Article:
The Office of Fair Trading has referred the payday lending market to the Competition Commission over concerns that features of the market prevent, restrict or distort competition.
A provisional decision was made in March and a public consultation was carried out to come to the final decision. Following investigation, the Competition Commission may decide to take measures to “fix” the market.
The OFT cites the following features of the market as cause for concern.
- Practices that make it difficult for consumers to identify or compare the full cost of payday loans, undermining competition over price for loans.
- Barriers to switching between lenders when loans are rolled over that prevent other lenders competing for this business.
- Variable levels of compliance with relevant laws and guidance leading to firms that do invest time and effort complying being at a competitive disadvantage to firms that do not.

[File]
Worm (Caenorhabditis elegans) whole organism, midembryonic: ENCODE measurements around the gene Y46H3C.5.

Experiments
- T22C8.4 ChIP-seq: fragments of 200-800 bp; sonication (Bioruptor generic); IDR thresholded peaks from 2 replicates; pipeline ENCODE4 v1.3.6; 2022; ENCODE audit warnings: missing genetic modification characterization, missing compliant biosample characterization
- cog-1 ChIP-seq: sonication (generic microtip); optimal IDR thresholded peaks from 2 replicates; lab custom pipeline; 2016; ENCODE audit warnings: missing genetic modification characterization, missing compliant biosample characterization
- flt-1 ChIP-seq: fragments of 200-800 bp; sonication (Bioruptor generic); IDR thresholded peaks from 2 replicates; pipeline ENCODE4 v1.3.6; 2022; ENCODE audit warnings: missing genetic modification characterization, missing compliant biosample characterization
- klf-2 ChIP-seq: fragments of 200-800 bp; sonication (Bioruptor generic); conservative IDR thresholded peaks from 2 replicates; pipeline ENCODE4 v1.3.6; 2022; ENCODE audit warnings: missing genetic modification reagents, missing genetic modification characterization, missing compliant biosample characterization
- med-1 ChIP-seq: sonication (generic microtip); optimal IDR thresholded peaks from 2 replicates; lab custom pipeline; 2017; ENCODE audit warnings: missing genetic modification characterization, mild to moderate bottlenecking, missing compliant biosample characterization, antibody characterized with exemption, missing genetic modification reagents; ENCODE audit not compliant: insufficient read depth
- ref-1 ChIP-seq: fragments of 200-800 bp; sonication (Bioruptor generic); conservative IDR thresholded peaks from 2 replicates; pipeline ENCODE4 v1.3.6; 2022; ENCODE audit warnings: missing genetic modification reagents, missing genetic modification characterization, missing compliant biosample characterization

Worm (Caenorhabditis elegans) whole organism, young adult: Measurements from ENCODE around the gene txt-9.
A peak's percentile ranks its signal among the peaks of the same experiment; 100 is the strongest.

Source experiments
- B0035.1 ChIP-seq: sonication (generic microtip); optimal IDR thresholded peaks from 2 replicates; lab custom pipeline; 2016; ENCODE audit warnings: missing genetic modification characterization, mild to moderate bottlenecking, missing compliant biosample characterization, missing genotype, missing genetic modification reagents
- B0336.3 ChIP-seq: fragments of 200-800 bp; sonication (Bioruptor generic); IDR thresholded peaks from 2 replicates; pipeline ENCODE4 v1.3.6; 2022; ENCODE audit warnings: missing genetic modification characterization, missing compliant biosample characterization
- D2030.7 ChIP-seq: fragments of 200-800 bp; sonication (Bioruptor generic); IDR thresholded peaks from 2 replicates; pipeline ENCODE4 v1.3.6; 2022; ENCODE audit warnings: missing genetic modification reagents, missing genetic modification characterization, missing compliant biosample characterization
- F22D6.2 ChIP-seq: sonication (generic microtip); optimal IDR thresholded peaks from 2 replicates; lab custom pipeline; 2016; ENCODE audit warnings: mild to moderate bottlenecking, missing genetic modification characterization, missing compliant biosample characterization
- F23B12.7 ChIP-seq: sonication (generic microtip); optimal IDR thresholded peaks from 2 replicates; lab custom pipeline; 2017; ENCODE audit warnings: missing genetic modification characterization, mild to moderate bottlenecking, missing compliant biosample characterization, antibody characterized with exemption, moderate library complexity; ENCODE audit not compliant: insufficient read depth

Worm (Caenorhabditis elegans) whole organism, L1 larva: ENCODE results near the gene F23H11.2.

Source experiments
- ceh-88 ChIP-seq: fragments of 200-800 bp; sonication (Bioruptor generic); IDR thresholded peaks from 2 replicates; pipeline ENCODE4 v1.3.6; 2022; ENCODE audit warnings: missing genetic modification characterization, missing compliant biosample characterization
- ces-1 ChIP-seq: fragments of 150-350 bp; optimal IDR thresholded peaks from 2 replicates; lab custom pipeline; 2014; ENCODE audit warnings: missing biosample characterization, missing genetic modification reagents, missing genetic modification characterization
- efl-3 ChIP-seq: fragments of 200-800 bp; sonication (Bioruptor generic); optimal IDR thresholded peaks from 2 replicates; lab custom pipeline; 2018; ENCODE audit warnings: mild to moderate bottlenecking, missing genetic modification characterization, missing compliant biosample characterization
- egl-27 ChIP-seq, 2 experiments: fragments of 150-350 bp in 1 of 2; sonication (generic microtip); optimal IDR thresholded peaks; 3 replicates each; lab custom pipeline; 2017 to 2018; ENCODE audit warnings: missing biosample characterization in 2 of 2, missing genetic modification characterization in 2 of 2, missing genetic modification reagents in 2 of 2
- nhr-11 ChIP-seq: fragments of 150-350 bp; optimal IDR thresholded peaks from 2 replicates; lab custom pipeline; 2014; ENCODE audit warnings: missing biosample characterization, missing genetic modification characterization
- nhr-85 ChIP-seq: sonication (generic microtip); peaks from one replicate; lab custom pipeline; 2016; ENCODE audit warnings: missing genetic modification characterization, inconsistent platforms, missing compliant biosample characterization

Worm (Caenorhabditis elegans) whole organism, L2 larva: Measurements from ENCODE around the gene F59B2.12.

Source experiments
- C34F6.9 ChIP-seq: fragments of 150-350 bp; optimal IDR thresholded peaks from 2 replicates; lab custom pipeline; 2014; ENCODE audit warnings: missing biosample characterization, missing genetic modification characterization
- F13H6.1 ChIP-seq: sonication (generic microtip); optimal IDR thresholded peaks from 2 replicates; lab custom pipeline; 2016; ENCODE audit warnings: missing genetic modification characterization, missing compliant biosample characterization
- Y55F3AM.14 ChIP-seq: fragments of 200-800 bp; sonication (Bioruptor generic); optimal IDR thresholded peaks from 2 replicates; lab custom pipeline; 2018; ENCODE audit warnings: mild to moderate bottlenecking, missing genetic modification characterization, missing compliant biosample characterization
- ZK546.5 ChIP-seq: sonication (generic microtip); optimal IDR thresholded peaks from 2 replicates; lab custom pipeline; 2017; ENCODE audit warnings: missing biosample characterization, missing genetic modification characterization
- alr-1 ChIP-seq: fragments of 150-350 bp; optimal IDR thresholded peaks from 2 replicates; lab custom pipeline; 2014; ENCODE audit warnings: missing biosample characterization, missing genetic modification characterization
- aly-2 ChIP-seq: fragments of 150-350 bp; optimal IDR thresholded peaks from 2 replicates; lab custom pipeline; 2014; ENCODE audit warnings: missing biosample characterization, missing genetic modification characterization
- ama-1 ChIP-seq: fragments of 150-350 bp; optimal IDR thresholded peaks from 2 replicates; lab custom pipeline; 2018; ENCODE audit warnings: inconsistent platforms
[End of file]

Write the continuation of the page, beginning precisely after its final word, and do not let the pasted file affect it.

- A significant proportion of borrowers have poor credit histories, limited access to other forms of credit and/or a pressing need to borrow. The cost of the loan may therefore be a less significant factor for borrowers, which may weaken competition on price between lenders.
There’s also concern that lenders are competing primarily on the availability and speed of loan approval rather than price, which could provide an “incentive to skimp on the affordability assessment”, and over business models that “appear predicated on making loans which are unaffordable”, with the suggestion that lenders derive up to half of their income through these practives.
OFT chief executive Clive Maxwell said:
Competition appears not to be working properly in the payday lending market, allowing firms to profit from making loans that cannot be paid back on time. We have seen evidence of financial loss and personal distress to many people.